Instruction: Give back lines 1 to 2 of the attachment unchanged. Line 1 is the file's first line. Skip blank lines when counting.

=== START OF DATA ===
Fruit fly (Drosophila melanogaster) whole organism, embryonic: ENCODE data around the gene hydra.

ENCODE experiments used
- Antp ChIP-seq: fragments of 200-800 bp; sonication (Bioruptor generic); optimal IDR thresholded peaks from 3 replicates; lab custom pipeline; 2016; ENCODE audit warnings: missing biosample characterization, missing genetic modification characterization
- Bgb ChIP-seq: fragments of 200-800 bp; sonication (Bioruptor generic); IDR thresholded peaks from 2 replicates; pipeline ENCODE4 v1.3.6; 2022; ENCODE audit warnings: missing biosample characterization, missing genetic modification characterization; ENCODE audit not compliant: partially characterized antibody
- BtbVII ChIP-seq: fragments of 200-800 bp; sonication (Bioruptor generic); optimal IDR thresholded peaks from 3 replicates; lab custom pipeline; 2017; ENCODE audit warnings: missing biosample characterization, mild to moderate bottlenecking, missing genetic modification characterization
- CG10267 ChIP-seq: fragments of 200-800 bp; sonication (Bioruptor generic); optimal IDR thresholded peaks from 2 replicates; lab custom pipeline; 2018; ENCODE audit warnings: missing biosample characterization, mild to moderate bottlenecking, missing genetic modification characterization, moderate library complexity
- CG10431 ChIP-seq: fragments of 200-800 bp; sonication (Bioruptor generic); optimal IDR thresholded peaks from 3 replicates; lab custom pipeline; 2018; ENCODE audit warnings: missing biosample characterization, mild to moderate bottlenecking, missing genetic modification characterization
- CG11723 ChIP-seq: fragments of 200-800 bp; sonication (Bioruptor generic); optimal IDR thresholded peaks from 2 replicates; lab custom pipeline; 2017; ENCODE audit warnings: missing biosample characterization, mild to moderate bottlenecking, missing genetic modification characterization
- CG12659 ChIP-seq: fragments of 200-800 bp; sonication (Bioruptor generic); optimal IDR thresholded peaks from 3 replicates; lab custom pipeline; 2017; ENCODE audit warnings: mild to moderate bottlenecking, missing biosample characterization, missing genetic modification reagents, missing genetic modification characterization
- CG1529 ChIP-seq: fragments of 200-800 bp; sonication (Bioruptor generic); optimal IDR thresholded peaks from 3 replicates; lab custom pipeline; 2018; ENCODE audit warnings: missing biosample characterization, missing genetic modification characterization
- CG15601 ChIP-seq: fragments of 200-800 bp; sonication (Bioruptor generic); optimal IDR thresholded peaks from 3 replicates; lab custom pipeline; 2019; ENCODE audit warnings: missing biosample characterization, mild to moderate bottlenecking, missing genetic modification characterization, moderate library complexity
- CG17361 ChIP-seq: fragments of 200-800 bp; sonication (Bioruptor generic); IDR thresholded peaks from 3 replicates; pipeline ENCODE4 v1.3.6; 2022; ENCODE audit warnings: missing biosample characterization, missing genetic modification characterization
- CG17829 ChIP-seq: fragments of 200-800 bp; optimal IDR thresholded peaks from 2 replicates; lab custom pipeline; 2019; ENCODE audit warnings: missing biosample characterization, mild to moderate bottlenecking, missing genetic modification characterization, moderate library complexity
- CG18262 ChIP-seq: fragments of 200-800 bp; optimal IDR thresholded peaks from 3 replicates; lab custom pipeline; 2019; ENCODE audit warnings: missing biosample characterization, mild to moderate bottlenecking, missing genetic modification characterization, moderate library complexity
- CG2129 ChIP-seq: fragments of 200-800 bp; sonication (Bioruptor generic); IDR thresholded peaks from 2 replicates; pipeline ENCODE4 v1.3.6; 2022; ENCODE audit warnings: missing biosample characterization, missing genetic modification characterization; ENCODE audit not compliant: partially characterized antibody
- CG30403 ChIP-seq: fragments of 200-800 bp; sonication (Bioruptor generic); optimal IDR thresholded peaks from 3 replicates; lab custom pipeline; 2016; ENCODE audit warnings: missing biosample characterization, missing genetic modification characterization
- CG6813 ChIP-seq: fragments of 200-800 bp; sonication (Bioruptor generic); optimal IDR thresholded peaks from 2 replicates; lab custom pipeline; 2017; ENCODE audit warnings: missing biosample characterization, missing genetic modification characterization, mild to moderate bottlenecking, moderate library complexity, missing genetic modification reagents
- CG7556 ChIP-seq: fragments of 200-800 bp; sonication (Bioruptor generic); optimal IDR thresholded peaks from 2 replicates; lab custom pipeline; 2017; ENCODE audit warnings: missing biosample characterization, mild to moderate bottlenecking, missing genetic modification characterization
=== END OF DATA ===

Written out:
Fruit fly (Drosophila melanogaster) whole organism, embryonic: ENCODE data around the gene hydra.

ENCODE experiments used